British Museum blog

What is the city but the people?


Neil MacGregor, Director of the British Museum

In 2012, as the world’s gaze turns on London in this Olympic year, the British Museum will be exploring this capital city from a slightly different viewpoint – by trying to get inside the heads of the people who lived here over 400 years ago.

In Shakespeare’s Restless World, a series starting on BBC Radio 4 next week, we will explore the stories of 20 objects – some grand, some everyday things – that help us imagine what the world looked like to the groundlings inside the Globe theatre around 1600.

I’ll be talking to Shakespeare scholars, historians and experts on the fascinating issues these 20 objects raise – everything from exploration and discovery abroad to entertainment, monarchy and even the deadly threat of plague closer to home.

Detail of London ('The Long View'), Wencelaus Hollar, 1647, showing the Globe Theatre.

Detail of London ('The Long View'), Wencelaus Hollar, 1647, showing the Globe Theatre.

As well as objects from the British Museum, many are from collections across the UK. I have been travelling across Britain to get a closer look at what these objects, such as a fork found on the site of the Rose Theatre, a book of royal murder plots, and sunken treasure from Morocco, can reveal to us about daily life, national politics and global economics at the turn of the 16th century.

Throughout the series there is something else that allows us to picture these turbulent times so vividly: the works of William Shakespeare himself. In the programmes, we delve into his plots and characters, his speeches and soliloquies, to seek glimpses of the uncertain times in which he lived.

Later in the year, the British Museum will open its doors to Shakespeare: staging the world, bringing together a vast and eclectic array of Elizabethan and Jacobean objects, including the 20 featured in the radio series. This exhibition will provide a unique insight into the emerging role of London as a world city four hundred years ago, interpreted through the innovative perspective of Shakespeare’s plays. Featured alongside these objects will be digital media and performance created in collaboration with the Royal Shakespeare Company, and soon you will be able to follow the work that’s going on behind the scenes here on this blog.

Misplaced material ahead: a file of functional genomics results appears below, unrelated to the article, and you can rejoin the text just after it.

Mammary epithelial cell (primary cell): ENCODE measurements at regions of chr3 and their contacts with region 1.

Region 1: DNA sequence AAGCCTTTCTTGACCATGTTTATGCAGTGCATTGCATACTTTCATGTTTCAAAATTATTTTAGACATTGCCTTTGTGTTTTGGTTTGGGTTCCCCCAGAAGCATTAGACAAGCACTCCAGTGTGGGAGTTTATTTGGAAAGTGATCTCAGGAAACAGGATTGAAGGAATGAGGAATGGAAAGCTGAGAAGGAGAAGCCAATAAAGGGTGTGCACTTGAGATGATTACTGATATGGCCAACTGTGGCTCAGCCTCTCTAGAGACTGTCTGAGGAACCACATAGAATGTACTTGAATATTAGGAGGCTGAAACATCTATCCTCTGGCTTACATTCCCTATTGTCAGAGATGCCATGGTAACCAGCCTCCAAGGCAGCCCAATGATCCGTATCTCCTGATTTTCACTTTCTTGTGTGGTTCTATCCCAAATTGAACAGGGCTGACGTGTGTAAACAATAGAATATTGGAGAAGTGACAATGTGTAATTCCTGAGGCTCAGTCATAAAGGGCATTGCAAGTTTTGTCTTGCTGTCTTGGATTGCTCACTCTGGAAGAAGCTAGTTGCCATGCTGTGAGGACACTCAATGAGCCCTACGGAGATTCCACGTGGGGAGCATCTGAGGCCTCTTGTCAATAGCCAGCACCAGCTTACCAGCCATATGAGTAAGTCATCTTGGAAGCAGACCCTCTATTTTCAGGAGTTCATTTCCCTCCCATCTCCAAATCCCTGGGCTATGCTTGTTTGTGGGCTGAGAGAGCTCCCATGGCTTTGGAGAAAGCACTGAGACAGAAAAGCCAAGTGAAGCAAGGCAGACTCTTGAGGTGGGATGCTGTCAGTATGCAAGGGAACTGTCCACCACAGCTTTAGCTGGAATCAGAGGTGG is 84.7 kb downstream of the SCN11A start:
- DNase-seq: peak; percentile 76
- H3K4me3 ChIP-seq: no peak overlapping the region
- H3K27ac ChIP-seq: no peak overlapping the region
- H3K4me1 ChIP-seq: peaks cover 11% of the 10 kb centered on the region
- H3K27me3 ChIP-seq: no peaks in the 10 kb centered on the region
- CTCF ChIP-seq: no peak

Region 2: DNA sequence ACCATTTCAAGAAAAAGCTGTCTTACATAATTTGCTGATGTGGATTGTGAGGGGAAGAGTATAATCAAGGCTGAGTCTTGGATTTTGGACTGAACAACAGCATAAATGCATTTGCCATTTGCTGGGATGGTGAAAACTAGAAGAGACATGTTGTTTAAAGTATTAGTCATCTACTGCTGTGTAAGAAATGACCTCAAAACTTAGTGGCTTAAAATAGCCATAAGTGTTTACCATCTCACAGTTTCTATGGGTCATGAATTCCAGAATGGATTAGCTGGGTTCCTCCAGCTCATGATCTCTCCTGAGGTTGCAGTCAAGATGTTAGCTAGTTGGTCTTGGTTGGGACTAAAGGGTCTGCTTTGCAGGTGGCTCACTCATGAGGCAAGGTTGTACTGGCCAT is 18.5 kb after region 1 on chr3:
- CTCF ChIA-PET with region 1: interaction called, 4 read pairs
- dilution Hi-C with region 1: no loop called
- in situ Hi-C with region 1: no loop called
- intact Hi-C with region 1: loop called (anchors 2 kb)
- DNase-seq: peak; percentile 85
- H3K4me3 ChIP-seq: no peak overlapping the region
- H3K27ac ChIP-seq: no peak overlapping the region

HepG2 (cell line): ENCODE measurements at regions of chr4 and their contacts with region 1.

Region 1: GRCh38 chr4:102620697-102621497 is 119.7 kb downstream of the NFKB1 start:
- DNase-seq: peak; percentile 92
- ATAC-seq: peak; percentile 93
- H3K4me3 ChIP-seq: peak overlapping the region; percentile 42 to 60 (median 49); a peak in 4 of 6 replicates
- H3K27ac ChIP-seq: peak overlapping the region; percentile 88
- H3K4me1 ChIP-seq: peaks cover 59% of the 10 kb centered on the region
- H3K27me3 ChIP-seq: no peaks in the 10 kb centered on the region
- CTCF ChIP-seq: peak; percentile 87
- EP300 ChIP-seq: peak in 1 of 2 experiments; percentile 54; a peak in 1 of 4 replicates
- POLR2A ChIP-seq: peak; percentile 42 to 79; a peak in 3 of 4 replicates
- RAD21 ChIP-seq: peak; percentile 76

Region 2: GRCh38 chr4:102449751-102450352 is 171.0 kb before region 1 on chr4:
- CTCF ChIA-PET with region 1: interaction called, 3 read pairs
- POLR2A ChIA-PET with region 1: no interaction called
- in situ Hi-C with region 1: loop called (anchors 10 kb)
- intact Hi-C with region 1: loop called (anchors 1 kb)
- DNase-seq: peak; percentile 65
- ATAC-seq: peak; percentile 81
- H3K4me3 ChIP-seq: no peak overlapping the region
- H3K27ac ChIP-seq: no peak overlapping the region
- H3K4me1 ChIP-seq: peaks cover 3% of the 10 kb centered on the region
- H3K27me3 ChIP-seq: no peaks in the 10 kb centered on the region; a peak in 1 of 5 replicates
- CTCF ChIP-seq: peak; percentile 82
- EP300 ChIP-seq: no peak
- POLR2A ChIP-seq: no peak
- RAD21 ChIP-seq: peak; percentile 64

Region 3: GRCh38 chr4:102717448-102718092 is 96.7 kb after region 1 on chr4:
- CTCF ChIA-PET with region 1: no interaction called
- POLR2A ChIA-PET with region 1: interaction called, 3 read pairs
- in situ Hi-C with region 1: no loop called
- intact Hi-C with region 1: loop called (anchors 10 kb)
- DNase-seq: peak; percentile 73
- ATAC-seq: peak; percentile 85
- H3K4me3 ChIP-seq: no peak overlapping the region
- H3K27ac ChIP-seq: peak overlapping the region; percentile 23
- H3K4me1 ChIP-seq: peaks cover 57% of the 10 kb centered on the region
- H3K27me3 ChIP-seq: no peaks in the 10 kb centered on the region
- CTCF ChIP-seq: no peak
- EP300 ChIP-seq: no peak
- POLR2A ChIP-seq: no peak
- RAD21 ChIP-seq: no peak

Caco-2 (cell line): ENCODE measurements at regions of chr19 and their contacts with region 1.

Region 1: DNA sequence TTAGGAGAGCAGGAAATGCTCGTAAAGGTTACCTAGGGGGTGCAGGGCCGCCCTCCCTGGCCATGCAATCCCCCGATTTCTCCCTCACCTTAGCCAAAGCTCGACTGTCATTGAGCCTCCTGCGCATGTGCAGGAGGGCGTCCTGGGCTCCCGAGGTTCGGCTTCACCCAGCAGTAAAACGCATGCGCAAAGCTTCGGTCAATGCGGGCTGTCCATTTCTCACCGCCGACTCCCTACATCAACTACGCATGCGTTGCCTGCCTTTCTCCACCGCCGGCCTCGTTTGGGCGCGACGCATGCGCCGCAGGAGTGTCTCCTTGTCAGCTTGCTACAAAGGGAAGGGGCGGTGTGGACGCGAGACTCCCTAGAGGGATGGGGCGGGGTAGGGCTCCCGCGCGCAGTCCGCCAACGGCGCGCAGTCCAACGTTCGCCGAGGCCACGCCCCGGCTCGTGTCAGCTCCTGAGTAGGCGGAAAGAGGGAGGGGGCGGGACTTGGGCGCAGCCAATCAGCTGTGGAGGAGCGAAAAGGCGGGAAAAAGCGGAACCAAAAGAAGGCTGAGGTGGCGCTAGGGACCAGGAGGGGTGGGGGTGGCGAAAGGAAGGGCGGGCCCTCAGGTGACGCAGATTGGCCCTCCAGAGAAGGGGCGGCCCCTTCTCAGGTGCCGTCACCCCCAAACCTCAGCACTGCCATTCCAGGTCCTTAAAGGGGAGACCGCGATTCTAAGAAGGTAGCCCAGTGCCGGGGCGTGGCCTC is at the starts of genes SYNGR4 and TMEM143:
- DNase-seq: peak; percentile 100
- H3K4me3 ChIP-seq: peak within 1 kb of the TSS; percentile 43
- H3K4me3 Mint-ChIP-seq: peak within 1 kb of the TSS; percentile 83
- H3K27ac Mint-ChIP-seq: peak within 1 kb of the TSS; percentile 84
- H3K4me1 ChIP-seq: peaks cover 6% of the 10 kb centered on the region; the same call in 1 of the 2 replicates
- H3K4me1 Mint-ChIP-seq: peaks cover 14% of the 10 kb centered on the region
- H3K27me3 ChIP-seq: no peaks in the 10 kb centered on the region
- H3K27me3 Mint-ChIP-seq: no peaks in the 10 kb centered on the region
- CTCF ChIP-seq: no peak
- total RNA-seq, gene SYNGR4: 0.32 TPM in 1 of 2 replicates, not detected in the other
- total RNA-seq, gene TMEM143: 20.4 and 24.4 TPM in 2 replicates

From next week on the blog, to coincide with the series broadcast on BBC Radio 4, we will be featuring contributions from some of the many people I’ve spoken to in the making of Shakespeare’s Restless World.

Shakespeare’s Restless World is broadcast on BBC Radio 4
from 16 April to 11 May, at 13.45 and 19.45 on weekdays.

Shakespeare: staging the world opens at the British Museum on 19 July 2012.
Supported by BP
In collaboration with the Royal Shakespeare Company
Part of the World Shakespeare Festival and London 2012 Festival

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It’s #ValentinesDay! To celebrate, we’re sharing some of the stories of love throughout history. These seated ancient Egyptian statues depict the divine Isis and her husband Osiris. They were found together in the tomb of an official from the time of the reign of king Amasis (570–526 BC). Isis wears a sheath dress and a crown in the form of the emblem of Hathor – a solar disc set between cow’s horns. In her right hand she holds the ankh, the sign of life. Her face is modelled with wide-open eyes and a slight smile. Osiris, carved in the same beautiful style of the 26th Dynasty, is wrapped in fine cloth, as he holds symbols of sovereignty – the flail and crook. 
The inscriptions around the bases of the statues were intended to invoke ‘Isis, mother of the god, great in magic, mistress of the Two Lands’, and ‘Osiris who presides in the west, great god, lord of Ro-Setaou’. Following his judgment of the deceased, Osiris could grant wishes for a peaceful arrival in the netherworld, while Isis gives life – the carved life symbol reveals her to be a magician stronger than death. This divine couple belonged to a sumptuous burial and would have ensured perpetual protection for the person interred in this tomb. 
You can see these statues in our blockbuster exhibition #SunkenCities, opening 19 May.
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